And what does this all lead to? A wandering mind + perpetual anxiety + a tendency to numb our feelings = running away from our challenges rather than addressing them. Buddha - arguably the greatest ‘mind expert’ that has ever lived - had this to say about suffering: “The secret of health for both mind and body is not to mourn for the past, nor to worry about the future, but to live the present moment wisely and earnestly.” And despite the fact that even the Buddha spent time thinking about the past and future, he wasn’t ‘entangled’ in these moments of mind wandering. He was able to develop a set of ‘lenses’ through which he viewed his experiences that were self-serving rather than sabotaging. And famously, because of a consistent practice of mindfulness and an ability to detach from his perceived suffering, he eventually became enlightened under a Bodhi tree in what is now Northeastern India. Perhaps ‘getting enlightened’ isn’t a short, medium or long-term goal of yours. However, I’m willing to bet that since you’re reading this right now, ‘living an enjoyable and fulfilling life’ is. Or at least some variation of that concept.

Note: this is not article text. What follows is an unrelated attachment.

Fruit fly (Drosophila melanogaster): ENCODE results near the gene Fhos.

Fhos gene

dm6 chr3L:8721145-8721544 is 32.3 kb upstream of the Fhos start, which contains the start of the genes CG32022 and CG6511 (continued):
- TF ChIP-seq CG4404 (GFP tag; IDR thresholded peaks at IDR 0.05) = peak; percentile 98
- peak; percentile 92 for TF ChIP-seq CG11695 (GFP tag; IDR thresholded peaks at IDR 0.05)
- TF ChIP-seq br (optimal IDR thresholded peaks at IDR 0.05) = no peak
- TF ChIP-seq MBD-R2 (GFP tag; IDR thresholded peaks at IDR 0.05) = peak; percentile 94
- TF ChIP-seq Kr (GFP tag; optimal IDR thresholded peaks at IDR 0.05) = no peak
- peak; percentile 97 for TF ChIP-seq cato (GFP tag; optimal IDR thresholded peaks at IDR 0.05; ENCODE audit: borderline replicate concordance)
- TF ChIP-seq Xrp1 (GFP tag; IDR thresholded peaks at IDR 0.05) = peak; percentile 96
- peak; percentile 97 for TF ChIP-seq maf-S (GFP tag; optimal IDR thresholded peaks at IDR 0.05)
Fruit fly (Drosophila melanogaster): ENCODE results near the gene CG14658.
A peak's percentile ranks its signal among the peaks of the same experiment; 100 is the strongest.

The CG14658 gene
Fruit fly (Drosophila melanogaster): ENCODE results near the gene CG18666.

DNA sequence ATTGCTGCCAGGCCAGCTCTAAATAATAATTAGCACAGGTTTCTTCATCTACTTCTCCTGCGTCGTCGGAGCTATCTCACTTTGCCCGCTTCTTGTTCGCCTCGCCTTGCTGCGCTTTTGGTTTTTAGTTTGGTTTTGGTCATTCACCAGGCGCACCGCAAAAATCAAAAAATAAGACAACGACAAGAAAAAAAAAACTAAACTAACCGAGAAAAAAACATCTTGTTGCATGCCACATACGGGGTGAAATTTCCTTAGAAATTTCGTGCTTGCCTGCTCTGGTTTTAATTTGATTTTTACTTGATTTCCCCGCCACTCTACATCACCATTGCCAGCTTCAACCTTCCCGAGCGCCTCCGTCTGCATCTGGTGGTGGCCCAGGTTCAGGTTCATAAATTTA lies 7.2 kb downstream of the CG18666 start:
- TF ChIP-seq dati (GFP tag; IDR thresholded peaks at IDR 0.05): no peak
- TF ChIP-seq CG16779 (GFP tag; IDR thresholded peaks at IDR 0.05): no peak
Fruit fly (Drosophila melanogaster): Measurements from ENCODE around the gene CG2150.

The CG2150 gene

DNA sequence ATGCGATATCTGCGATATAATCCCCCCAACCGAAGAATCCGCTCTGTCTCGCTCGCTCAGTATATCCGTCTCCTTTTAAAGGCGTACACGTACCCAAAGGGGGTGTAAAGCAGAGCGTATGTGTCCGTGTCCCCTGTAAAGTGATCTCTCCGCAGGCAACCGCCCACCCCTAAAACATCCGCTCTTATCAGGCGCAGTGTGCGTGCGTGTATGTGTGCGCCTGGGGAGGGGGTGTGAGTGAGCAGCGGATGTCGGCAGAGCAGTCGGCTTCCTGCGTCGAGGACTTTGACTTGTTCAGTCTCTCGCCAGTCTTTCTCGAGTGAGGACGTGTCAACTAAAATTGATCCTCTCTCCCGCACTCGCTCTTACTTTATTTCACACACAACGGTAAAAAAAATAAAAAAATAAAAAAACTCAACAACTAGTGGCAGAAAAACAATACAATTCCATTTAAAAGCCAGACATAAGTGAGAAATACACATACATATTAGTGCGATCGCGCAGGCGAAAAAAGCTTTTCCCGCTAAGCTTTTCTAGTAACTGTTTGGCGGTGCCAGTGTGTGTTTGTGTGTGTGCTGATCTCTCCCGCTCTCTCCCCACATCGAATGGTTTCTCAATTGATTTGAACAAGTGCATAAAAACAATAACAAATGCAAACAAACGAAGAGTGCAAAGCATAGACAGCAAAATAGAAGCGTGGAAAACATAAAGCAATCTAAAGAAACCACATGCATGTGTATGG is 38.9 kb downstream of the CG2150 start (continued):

So how do we overcome and create a compassionate bird’s eye view (i.e. a more helpful lens to view our daily experiences through) and in doing so, become kinder, more compassionate, and vibrant versions of ourselves? Well, as stated earlier in this introduction, we must first ‘just start’. Start investing part of your day in either a formal or informal practice of mindfulness (both are ideal). Begin observing your thoughts, sensations, emotions and actions that arise in your life. Pay attention to each moment with increasing clarity, perspective and curiosity. And most importantly, hold yourself in a continual space of unconditional love, so that even if you ‘slip up’ from time to time (e.g. relapse or show up in your life in a way that you’re not proud of), you’re forever able to pause, reflect, and evolve in a way that serves your overall health and wellbeing, and the lives of those who cross your path. Because when you are finally able to make a compassionate ‘bait and switch’ (i.e. instead of running away and numbing, you meet each moment with acceptance and curiosity), life starts to take on a whole new meaning. And just like Jon Kabat-Zinn said, “when you pay attention, even boredom becomes unbelievably interesting.”